After the success of When we Cease to Understand the World, now comes The Maniac, Benjamín Labatut’s highly expected second novel. Ranging from the first decades of the twentieth century to the early 2000s, the book is about Johnny von Neumann, but also the Manhattan project, Hungarian-American mathematicians (the Martians), and nuclear power—or maybe it's mainly about the loss of humanity in a world that's being overcome by another kind of intelligence. A triptych, a coral novel, a little-known account of the origins of computers, the atomic bomb, weather predictions, and the game of Go, The Maniac is proof not only that Labatut’s talents go far beyond a one-hit wonder, but also that his idiosyncratic approach to fiction writing and storytelling are both particular and diversified enough as to create a second novel that is at the same time recognizably his and excitingly rare.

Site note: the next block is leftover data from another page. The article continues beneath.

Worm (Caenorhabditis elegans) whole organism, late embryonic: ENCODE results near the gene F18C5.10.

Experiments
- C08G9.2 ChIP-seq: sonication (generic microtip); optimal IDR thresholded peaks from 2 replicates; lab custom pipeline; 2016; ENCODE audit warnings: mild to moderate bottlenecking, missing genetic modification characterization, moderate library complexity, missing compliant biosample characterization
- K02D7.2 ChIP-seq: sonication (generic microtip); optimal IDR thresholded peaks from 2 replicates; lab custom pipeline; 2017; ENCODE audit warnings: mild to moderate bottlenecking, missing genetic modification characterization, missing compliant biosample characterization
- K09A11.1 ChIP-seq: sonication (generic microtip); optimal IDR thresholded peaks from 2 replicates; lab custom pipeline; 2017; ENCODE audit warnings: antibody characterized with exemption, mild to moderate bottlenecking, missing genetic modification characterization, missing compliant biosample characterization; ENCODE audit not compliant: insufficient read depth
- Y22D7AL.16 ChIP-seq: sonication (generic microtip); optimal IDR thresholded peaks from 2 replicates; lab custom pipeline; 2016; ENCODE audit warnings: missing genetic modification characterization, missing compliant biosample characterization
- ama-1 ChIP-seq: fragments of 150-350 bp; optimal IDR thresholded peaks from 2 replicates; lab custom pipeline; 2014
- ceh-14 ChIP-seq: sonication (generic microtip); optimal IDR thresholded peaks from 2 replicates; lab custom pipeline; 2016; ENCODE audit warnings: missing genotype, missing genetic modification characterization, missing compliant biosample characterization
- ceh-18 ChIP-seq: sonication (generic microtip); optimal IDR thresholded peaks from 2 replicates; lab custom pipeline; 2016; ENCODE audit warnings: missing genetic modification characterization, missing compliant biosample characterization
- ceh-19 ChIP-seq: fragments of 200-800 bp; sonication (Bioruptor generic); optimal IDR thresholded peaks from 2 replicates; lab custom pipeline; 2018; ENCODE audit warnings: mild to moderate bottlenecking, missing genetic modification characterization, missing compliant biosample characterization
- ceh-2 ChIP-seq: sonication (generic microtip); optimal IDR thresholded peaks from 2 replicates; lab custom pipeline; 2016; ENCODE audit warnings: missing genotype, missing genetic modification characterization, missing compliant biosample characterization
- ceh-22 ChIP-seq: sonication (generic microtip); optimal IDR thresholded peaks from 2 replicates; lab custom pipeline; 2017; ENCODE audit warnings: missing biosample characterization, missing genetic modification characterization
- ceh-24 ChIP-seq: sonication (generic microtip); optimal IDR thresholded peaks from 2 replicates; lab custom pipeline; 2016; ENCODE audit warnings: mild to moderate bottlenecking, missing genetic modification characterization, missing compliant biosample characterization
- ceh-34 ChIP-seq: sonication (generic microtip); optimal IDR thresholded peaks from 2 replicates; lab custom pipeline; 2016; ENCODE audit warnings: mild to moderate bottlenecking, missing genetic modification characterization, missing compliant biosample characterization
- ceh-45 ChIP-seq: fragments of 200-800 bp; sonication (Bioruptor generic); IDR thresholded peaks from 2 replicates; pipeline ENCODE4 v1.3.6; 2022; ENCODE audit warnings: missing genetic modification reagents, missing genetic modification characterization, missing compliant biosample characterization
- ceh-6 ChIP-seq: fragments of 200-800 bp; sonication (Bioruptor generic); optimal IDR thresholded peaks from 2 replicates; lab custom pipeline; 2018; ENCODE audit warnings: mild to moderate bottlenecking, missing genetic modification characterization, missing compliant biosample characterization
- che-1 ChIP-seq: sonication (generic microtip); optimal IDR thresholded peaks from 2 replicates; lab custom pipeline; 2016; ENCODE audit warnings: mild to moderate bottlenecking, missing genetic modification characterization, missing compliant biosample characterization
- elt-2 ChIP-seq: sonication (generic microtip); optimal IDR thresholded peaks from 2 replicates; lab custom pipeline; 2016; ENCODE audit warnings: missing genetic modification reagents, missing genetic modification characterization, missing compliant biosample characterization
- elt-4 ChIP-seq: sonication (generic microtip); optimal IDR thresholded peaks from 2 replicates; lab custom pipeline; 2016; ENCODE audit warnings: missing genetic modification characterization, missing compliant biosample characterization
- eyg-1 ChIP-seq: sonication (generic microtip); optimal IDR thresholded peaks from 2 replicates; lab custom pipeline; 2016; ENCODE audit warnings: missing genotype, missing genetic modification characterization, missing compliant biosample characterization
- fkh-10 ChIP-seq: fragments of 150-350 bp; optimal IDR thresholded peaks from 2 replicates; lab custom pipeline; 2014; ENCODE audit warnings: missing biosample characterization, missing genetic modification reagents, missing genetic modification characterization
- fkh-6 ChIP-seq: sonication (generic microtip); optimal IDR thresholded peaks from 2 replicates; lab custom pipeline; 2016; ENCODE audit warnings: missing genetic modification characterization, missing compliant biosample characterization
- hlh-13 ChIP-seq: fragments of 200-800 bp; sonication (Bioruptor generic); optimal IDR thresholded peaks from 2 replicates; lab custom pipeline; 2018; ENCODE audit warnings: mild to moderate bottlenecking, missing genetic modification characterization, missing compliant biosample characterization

Critics

"Labatut penetrates the heart of a reality that few have seen before him and that no one has described in this way"

— Wolfram Eilenberg, author of Time of the Magicians

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the maniac
 

"The prodigy of Benjamin Labatut’s writing lies in his ability to access domains of enormous complexity"

— José Mario Silva, Expresso

RigHts sold
  • English (UK, Aus, and Nz): Pushkin Press

  • English (US and Canada): Penguin Press

  • Danish (World): Politiken / C&K

  • Dutch (World): Meridiaa Uitgevers

  • French (World): Grasset

  • German (World): Suhrkamp

  • Italy (World): Adelphi

  • Korean (World): Munhakdongne

  • Portuguese (Brazil): Editora Todavia

  • Portuguese (Portugal): Relógio d'Água

  • Spanish (World): Anagrama

  • Swedish (World): Nirstedt/litteratur